Lost in the headlines of the names and ages of the people NFL teams are hiring to fill head-coaching vacancies is some of the language common in the contracts they sign.
Specifically, language reportedly foreshadowing a possible work stoppage in 2021.
According to a report by ESPN's Adam Schefter on Sunday, the head-coaching contracts negotiated in the last week contain wording that show "teams are addressing how much each coach would make -- or lose -- in the event of a work stoppage."
Teams are using different percentages based on the amount of game time that could be missed in 2021 to determine how much money they would save in coaching salary should there be a work stoppage, according to the report.
Schefter added that "both teams and coaches are confident that there will be some type of disruption," and that similar language is expected to appear in contracts for upcoming free agents.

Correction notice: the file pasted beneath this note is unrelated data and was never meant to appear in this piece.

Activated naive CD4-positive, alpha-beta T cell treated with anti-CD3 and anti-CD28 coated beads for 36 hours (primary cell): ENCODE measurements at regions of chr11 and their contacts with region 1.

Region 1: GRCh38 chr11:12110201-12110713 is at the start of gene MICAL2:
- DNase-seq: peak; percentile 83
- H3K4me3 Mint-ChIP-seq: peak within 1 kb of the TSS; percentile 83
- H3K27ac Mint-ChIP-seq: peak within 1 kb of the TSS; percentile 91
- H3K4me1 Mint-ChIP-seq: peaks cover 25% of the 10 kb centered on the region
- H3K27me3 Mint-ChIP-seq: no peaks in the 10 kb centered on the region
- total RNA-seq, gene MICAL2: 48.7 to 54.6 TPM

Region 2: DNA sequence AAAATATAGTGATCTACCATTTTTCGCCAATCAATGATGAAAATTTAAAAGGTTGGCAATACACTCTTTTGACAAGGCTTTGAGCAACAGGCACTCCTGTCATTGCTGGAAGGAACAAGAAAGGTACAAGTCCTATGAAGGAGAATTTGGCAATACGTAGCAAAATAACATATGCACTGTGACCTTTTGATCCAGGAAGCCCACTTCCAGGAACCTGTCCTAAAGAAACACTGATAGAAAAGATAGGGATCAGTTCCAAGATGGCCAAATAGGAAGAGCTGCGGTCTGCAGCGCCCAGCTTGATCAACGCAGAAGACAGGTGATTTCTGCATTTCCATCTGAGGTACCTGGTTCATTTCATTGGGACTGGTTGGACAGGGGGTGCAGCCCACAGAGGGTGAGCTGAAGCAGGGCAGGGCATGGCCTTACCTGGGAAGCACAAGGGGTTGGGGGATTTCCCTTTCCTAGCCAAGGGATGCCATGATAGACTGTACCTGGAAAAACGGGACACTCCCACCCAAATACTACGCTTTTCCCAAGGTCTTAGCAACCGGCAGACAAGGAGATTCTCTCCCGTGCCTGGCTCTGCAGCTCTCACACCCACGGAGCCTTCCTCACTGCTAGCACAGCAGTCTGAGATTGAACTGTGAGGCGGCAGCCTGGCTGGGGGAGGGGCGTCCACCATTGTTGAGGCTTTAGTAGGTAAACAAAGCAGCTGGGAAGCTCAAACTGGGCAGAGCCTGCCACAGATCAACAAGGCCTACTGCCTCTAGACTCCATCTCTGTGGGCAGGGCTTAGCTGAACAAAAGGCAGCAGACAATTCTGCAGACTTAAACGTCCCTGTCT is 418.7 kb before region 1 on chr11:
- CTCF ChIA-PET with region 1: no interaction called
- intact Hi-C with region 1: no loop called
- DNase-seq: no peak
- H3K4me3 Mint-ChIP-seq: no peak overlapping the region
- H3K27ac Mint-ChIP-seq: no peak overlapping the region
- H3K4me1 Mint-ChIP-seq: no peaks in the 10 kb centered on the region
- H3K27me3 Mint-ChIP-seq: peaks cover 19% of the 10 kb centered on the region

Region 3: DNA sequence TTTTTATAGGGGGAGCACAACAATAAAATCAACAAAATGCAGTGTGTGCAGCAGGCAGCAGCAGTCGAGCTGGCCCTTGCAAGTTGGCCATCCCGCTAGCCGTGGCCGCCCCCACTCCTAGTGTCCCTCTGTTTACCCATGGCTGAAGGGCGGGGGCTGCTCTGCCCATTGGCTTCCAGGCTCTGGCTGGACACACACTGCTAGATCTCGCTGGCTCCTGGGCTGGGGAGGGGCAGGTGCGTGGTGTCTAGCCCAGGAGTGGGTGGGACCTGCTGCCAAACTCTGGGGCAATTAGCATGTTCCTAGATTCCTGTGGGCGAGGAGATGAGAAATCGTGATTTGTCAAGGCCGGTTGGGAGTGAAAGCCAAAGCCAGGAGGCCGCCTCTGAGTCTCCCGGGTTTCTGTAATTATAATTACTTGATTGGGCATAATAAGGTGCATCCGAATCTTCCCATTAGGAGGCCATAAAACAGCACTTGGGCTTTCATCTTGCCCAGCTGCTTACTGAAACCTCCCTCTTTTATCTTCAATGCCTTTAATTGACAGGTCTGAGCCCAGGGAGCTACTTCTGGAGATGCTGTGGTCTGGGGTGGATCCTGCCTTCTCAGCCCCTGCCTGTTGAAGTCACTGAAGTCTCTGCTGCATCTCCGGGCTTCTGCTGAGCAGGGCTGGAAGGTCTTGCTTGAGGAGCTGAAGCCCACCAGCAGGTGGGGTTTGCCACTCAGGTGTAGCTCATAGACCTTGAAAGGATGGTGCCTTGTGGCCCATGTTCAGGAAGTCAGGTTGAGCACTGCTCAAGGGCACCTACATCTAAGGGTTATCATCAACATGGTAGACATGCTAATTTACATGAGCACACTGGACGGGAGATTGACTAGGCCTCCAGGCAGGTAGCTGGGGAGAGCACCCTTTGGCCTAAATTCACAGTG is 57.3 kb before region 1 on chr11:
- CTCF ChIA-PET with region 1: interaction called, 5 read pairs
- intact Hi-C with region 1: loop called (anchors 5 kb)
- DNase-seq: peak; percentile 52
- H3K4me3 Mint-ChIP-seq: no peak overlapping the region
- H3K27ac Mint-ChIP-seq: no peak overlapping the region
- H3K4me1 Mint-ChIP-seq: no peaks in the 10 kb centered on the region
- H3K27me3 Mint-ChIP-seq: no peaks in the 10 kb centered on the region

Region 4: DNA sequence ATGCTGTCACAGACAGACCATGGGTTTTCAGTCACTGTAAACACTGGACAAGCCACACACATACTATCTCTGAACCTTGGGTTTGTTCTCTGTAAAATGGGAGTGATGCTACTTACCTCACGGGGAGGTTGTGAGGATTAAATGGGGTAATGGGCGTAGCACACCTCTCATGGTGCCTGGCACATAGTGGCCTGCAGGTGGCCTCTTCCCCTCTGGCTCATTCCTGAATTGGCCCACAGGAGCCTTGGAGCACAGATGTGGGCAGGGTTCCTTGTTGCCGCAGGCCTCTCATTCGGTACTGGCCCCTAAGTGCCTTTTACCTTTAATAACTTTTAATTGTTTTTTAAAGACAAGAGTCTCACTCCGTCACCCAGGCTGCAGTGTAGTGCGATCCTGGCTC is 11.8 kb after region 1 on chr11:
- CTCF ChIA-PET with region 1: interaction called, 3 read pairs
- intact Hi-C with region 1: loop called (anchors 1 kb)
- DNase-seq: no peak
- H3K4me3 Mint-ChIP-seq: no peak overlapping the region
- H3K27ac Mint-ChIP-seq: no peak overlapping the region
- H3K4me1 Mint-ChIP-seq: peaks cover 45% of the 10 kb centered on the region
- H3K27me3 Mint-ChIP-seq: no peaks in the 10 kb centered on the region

The current collective bargaining agreement is set to expire in what would be the third year of those new contracts.
Shortly after Schefter tweeted the news on Sunday, the official Twitter feed of the NFL Players' Association tweeted back, "These contract provisions were also seen in the lead up to the 2011 lockout. Take note."
After the owners and players were unable to come to an agreement before the last CBA expired in March 2011, the owners locked the players out as negotiations continued. That impasse lasted 132 days, coming to an end on July 25 with the Hall of Fame Game being the only on-field cancellation caused by the lockout.
--Field Level Media